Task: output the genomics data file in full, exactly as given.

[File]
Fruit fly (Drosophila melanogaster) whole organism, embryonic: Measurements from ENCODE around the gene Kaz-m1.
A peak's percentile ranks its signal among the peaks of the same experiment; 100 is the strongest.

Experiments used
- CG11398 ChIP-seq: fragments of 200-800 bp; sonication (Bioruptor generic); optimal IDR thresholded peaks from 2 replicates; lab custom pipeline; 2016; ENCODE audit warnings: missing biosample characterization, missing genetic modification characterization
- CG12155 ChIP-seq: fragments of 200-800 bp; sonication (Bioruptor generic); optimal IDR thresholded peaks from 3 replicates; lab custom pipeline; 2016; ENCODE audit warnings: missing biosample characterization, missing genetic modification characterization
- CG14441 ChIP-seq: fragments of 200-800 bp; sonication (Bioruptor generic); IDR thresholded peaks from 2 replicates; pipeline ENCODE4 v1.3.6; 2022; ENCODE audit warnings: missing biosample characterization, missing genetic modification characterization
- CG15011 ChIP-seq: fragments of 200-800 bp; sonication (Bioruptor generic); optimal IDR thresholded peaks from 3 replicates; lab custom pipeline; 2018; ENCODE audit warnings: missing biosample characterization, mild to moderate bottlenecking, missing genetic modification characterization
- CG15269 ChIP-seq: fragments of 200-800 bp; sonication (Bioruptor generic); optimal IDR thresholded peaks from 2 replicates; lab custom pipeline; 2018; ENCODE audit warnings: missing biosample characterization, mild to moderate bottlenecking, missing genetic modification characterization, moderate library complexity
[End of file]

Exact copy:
Fruit fly (Drosophila melanogaster) whole organism, embryonic: Measurements from ENCODE around the gene Kaz-m1.
A peak's percentile ranks its signal among the peaks of the same experiment; 100 is the strongest.

Experiments used
- CG11398 ChIP-seq: fragments of 200-800 bp; sonication (Bioruptor generic); optimal IDR thresholded peaks from 2 replicates; lab custom pipeline; 2016; ENCODE audit warnings: missing biosample characterization, missing genetic modification characterization
- CG12155 ChIP-seq: fragments of 200-800 bp; sonication (Bioruptor generic); optimal IDR thresholded peaks from 3 replicates; lab custom pipeline; 2016; ENCODE audit warnings: missing biosample characterization, missing genetic modification characterization
- CG14441 ChIP-seq: fragments of 200-800 bp; sonication (Bioruptor generic); IDR thresholded peaks from 2 replicates; pipeline ENCODE4 v1.3.6; 2022; ENCODE audit warnings: missing biosample characterization, missing genetic modification characterization
- CG15011 ChIP-seq: fragments of 200-800 bp; sonication (Bioruptor generic); optimal IDR thresholded peaks from 3 replicates; lab custom pipeline; 2018; ENCODE audit warnings: missing biosample characterization, mild to moderate bottlenecking, missing genetic modification characterization
- CG15269 ChIP-seq: fragments of 200-800 bp; sonication (Bioruptor generic); optimal IDR thresholded peaks from 2 replicates; lab custom pipeline; 2018; ENCODE audit warnings: missing biosample characterization, mild to moderate bottlenecking, missing genetic modification characterization, moderate library complexity